11 Jul 19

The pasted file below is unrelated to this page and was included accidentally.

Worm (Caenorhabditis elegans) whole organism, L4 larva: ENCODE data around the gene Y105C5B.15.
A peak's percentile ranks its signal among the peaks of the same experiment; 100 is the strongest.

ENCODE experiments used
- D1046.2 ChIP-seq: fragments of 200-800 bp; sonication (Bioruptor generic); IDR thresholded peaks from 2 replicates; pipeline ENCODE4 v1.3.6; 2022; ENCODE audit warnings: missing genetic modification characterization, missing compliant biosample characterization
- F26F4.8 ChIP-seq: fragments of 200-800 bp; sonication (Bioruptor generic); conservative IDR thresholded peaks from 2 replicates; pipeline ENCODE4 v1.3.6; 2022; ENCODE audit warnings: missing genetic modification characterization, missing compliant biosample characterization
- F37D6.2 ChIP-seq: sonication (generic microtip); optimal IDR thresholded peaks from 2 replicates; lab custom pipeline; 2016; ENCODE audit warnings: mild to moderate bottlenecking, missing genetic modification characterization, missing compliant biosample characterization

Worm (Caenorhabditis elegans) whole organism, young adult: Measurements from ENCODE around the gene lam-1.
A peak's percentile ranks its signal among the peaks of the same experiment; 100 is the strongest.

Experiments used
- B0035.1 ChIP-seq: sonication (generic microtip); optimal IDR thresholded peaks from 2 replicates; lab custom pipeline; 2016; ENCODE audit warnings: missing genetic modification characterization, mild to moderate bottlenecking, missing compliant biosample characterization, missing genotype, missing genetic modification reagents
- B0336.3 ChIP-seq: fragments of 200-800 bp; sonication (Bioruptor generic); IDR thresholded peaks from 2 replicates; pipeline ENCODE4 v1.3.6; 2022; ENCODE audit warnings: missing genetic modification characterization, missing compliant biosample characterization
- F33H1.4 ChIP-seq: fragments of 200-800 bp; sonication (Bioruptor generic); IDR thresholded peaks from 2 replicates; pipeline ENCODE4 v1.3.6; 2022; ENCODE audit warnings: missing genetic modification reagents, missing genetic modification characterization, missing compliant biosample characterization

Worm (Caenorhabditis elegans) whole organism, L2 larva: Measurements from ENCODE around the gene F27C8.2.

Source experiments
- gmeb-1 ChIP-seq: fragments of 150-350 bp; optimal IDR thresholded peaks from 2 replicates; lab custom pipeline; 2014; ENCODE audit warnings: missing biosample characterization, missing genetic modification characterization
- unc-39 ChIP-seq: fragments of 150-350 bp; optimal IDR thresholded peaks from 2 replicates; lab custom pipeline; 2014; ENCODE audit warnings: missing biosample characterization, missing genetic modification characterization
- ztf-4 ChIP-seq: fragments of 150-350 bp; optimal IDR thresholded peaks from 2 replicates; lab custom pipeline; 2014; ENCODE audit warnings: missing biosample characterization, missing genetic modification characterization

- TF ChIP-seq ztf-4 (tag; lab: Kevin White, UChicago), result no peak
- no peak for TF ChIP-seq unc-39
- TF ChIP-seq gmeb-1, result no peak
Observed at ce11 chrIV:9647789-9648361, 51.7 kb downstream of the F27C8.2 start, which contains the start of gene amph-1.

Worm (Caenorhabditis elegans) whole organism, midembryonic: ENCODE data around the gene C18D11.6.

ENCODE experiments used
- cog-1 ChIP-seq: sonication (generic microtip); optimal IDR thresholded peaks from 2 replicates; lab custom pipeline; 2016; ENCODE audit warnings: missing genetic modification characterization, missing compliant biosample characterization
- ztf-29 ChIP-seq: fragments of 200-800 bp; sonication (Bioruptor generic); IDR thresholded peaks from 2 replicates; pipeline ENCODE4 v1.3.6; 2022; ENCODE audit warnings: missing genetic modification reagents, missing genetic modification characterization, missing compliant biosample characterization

The Scottish Sun